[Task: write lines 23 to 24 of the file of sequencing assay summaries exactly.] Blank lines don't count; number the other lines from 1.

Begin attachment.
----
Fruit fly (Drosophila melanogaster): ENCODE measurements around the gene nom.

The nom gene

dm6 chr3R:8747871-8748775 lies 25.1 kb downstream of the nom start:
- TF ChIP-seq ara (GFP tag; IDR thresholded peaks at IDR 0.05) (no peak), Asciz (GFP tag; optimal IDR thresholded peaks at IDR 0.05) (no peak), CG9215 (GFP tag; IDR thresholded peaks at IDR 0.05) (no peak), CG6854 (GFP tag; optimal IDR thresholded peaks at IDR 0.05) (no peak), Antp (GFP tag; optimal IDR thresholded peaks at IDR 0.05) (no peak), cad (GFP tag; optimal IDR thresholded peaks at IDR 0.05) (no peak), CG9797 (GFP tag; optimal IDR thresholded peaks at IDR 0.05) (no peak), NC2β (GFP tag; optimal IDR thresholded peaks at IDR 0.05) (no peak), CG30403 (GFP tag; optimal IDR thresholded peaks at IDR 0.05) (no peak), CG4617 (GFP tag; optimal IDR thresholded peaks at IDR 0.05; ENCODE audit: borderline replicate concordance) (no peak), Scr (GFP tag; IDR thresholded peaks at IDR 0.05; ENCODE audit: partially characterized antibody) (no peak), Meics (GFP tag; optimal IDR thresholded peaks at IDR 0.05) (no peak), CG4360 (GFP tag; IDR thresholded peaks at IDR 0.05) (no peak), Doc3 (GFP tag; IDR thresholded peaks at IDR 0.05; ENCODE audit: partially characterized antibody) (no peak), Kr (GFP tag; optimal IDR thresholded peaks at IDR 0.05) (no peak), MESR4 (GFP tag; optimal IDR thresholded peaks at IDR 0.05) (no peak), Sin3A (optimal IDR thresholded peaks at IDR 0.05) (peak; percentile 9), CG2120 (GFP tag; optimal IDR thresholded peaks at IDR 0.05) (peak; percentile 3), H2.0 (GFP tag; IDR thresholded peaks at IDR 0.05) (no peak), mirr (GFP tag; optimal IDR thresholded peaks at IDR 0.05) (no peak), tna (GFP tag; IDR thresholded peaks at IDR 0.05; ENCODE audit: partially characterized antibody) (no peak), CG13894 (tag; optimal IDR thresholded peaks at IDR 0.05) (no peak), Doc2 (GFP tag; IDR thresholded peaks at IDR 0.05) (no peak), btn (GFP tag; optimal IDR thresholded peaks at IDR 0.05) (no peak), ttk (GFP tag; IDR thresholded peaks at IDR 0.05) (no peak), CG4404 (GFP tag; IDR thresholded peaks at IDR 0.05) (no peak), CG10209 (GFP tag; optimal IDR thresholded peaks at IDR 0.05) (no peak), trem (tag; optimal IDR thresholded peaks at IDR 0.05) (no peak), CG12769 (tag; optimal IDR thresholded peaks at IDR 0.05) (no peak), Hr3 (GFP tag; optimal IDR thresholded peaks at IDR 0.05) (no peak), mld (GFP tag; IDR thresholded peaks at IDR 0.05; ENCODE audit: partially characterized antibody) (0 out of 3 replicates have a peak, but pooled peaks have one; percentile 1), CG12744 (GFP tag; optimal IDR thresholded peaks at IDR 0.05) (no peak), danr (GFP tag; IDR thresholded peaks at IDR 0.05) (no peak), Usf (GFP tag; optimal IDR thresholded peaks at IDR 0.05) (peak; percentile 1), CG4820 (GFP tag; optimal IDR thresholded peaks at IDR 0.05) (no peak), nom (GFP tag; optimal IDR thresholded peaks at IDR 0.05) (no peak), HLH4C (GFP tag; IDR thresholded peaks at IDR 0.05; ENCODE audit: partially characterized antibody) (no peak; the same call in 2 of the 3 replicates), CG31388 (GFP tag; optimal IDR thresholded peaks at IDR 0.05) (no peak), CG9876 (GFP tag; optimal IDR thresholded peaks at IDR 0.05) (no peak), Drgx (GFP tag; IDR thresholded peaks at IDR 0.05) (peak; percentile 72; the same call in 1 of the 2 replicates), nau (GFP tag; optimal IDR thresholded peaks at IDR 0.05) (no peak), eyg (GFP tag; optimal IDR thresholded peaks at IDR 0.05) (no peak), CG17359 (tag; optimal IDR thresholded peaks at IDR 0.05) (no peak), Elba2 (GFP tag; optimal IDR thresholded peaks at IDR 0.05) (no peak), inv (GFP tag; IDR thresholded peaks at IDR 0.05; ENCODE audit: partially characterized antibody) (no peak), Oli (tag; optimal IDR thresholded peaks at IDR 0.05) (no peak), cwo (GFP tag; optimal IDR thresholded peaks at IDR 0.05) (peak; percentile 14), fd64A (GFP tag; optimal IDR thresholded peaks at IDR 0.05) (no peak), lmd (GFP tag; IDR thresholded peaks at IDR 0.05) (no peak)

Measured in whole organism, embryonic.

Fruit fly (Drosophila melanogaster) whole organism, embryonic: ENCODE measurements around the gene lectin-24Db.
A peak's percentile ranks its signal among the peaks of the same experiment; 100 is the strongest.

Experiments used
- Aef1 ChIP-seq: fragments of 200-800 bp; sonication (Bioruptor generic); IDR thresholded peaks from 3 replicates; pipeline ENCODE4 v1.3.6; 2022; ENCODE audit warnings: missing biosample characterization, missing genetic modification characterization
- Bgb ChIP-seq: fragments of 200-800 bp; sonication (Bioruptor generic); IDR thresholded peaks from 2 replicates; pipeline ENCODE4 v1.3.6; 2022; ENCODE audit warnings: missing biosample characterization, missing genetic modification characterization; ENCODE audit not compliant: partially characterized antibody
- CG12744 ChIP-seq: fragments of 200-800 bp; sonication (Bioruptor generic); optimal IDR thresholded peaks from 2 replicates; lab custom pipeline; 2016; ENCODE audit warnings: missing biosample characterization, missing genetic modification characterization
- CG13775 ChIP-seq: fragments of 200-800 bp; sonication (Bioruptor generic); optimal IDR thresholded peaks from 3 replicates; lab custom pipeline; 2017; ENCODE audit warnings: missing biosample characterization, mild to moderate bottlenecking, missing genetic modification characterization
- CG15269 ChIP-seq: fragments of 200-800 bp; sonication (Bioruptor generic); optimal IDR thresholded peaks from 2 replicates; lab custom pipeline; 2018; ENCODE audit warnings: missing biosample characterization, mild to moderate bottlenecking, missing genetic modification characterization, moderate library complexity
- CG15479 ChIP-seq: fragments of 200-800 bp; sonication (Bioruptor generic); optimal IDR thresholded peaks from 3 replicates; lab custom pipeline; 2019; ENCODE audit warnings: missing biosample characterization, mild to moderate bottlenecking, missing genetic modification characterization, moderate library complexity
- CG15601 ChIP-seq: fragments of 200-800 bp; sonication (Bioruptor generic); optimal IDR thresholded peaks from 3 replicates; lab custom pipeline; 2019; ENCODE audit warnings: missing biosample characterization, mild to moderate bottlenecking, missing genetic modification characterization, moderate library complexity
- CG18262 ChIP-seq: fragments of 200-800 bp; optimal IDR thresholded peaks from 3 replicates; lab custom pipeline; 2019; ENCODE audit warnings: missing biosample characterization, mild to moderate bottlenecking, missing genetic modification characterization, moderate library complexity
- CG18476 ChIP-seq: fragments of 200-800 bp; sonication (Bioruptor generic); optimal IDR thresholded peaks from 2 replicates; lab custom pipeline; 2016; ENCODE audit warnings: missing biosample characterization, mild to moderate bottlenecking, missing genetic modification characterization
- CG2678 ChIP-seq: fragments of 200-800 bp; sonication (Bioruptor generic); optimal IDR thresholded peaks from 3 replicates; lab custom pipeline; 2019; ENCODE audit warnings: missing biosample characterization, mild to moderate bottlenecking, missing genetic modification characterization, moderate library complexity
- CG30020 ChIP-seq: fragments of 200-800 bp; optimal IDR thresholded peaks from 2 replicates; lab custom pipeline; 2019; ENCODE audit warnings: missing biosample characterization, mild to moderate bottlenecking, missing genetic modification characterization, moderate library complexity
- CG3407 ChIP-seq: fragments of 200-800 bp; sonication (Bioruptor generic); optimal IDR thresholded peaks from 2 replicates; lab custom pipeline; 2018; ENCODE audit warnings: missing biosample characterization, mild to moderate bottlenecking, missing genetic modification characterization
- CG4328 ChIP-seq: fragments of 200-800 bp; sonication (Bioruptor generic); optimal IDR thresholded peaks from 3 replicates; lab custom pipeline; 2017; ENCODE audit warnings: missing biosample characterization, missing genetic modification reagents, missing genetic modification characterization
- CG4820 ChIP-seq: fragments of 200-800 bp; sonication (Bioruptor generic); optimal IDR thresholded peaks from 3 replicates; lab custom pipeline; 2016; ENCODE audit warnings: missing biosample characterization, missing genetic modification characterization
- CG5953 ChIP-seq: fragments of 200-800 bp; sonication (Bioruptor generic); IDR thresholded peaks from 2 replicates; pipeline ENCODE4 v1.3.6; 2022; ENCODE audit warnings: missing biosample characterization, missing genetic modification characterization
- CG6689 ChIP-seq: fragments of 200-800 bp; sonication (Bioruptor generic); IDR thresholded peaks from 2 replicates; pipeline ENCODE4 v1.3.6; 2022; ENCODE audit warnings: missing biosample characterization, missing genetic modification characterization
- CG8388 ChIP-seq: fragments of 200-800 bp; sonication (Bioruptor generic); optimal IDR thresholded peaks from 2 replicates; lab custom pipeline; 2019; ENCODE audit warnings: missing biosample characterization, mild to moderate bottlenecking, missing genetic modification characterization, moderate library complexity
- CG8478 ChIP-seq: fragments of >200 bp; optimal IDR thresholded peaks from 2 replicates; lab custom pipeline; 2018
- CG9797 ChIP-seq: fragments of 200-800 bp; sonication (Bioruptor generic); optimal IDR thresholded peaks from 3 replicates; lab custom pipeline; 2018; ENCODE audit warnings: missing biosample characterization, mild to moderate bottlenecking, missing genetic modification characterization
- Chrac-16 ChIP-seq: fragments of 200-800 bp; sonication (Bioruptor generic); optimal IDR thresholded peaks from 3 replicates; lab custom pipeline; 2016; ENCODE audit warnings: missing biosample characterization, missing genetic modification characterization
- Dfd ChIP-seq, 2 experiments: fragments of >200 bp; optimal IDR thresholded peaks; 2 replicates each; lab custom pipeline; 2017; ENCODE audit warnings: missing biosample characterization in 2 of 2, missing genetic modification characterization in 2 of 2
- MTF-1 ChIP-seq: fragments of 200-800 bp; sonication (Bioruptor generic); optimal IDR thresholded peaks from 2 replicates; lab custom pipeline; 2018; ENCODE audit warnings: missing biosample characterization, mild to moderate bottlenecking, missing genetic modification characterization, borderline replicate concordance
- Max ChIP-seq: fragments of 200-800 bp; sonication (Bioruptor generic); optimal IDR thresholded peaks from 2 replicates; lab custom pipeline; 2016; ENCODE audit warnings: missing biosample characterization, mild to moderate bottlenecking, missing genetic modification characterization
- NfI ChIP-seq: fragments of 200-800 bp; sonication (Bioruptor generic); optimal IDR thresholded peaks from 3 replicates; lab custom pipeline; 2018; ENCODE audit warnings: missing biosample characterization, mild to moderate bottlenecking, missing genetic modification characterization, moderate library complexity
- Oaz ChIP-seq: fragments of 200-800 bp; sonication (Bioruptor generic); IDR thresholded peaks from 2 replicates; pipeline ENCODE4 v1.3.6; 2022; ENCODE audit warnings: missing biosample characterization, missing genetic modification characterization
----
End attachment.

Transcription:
- CG5953 ChIP-seq: fragments of 200-800 bp; sonication (Bioruptor generic); IDR thresholded peaks from 2 replicates; pipeline ENCODE4 v1.3.6; 2022; ENCODE audit warnings: missing biosample characterization, missing genetic modification characterization
- CG6689 ChIP-seq: fragments of 200-800 bp; sonication (Bioruptor generic); IDR thresholded peaks from 2 replicates; pipeline ENCODE4 v1.3.6; 2022; ENCODE audit warnings: missing biosample characterization, missing genetic modification characterization